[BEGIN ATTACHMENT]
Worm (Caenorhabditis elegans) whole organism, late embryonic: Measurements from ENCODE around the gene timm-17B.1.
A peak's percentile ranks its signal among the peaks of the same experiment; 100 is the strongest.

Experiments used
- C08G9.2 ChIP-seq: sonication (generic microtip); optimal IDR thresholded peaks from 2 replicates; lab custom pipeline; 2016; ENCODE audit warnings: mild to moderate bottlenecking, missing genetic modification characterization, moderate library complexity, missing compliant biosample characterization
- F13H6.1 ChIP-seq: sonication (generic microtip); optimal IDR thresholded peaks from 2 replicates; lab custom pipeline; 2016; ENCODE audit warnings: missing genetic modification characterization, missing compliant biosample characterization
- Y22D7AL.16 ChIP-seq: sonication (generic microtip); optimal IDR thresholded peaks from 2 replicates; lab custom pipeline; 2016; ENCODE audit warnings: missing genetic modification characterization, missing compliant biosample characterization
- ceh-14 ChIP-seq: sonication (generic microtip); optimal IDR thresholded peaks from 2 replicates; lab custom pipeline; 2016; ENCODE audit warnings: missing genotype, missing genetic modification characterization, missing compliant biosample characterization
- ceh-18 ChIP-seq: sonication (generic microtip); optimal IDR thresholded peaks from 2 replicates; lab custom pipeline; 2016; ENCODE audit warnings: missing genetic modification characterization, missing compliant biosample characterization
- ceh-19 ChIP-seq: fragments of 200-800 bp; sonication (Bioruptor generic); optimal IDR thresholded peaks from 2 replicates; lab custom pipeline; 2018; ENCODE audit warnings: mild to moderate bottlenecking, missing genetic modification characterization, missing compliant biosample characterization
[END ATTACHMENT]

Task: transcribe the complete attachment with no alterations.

Worm (Caenorhabditis elegans) whole organism, late embryonic: Measurements from ENCODE around the gene timm-17B.1.
A peak's percentile ranks its signal among the peaks of the same experiment; 100 is the strongest.

Experiments used
- C08G9.2 ChIP-seq: sonication (generic microtip); optimal IDR thresholded peaks from 2 replicates; lab custom pipeline; 2016; ENCODE audit warnings: mild to moderate bottlenecking, missing genetic modification characterization, moderate library complexity, missing compliant biosample characterization
- F13H6.1 ChIP-seq: sonication (generic microtip); optimal IDR thresholded peaks from 2 replicates; lab custom pipeline; 2016; ENCODE audit warnings: missing genetic modification characterization, missing compliant biosample characterization
- Y22D7AL.16 ChIP-seq: sonication (generic microtip); optimal IDR thresholded peaks from 2 replicates; lab custom pipeline; 2016; ENCODE audit warnings: missing genetic modification characterization, missing compliant biosample characterization
- ceh-14 ChIP-seq: sonication (generic microtip); optimal IDR thresholded peaks from 2 replicates; lab custom pipeline; 2016; ENCODE audit warnings: missing genotype, missing genetic modification characterization, missing compliant biosample characterization
- ceh-18 ChIP-seq: sonication (generic microtip); optimal IDR thresholded peaks from 2 replicates; lab custom pipeline; 2016; ENCODE audit warnings: missing genetic modification characterization, missing compliant biosample characterization
- ceh-19 ChIP-seq: fragments of 200-800 bp; sonication (Bioruptor generic); optimal IDR thresholded peaks from 2 replicates; lab custom pipeline; 2018; ENCODE audit warnings: mild to moderate bottlenecking, missing genetic modification characterization, missing compliant biosample characterization